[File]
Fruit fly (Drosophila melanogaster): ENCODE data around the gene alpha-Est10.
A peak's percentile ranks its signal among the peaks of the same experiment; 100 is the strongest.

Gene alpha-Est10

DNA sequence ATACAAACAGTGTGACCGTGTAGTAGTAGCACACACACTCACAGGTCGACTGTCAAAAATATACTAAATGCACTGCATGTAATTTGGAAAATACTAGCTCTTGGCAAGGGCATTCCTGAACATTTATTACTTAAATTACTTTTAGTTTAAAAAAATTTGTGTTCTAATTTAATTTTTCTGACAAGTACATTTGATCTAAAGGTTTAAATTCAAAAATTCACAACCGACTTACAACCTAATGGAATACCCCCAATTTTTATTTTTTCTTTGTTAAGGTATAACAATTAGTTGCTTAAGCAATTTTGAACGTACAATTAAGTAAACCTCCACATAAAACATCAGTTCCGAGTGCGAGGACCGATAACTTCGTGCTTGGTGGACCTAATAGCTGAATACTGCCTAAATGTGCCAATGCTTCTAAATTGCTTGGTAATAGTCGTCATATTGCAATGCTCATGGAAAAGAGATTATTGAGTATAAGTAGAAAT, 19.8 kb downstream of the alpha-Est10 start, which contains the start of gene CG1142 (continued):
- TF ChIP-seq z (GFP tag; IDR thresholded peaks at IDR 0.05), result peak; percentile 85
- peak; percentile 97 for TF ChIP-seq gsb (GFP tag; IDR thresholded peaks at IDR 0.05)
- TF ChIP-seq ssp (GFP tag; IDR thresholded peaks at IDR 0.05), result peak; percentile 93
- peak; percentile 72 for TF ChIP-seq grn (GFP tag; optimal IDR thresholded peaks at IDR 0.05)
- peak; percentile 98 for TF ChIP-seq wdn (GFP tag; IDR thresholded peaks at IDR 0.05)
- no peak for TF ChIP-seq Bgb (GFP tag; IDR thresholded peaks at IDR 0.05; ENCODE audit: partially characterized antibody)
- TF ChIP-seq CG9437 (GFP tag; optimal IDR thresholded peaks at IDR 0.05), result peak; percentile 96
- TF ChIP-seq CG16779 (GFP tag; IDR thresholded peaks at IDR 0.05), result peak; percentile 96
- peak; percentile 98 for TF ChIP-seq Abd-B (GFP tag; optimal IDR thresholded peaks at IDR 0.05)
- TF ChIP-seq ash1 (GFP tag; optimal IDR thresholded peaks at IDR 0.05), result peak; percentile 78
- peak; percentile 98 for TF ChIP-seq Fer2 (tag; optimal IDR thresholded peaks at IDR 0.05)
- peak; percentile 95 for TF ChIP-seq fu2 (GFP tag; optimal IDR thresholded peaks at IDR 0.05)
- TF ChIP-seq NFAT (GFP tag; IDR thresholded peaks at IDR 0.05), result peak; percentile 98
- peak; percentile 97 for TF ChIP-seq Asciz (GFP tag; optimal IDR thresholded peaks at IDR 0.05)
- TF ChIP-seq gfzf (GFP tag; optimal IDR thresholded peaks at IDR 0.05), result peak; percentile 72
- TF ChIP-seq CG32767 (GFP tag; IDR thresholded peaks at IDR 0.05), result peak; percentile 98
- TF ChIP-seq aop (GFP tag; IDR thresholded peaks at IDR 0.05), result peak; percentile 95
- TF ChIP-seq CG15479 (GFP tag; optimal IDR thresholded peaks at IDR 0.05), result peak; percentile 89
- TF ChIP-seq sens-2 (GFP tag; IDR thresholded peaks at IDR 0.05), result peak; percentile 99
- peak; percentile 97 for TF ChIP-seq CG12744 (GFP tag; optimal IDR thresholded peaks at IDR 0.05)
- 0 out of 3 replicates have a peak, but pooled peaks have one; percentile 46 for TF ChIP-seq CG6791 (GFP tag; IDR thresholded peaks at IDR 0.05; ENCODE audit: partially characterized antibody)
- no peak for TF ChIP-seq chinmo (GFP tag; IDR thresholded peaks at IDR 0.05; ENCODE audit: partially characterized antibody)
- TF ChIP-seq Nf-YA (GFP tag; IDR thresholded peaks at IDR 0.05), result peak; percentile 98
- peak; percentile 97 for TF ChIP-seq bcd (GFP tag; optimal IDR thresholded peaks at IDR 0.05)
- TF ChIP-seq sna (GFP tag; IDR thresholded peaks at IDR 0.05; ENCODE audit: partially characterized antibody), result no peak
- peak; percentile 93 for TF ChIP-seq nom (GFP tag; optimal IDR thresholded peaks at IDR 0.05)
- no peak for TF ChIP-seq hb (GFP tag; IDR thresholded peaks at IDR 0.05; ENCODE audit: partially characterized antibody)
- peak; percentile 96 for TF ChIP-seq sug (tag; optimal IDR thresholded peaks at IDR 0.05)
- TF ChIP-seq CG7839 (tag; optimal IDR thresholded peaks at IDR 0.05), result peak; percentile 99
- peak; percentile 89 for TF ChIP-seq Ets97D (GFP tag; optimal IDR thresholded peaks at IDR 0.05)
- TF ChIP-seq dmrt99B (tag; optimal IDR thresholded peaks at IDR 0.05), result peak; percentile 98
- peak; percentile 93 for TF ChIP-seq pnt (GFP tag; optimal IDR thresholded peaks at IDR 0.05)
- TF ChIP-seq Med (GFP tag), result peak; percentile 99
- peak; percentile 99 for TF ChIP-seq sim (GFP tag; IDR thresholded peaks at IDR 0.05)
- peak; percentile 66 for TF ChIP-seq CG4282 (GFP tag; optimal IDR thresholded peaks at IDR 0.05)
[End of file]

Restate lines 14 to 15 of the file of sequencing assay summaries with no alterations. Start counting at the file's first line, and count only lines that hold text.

- TF ChIP-seq ash1 (GFP tag; optimal IDR thresholded peaks at IDR 0.05), result peak; percentile 78
- peak; percentile 98 for TF ChIP-seq Fer2 (tag; optimal IDR thresholded peaks at IDR 0.05)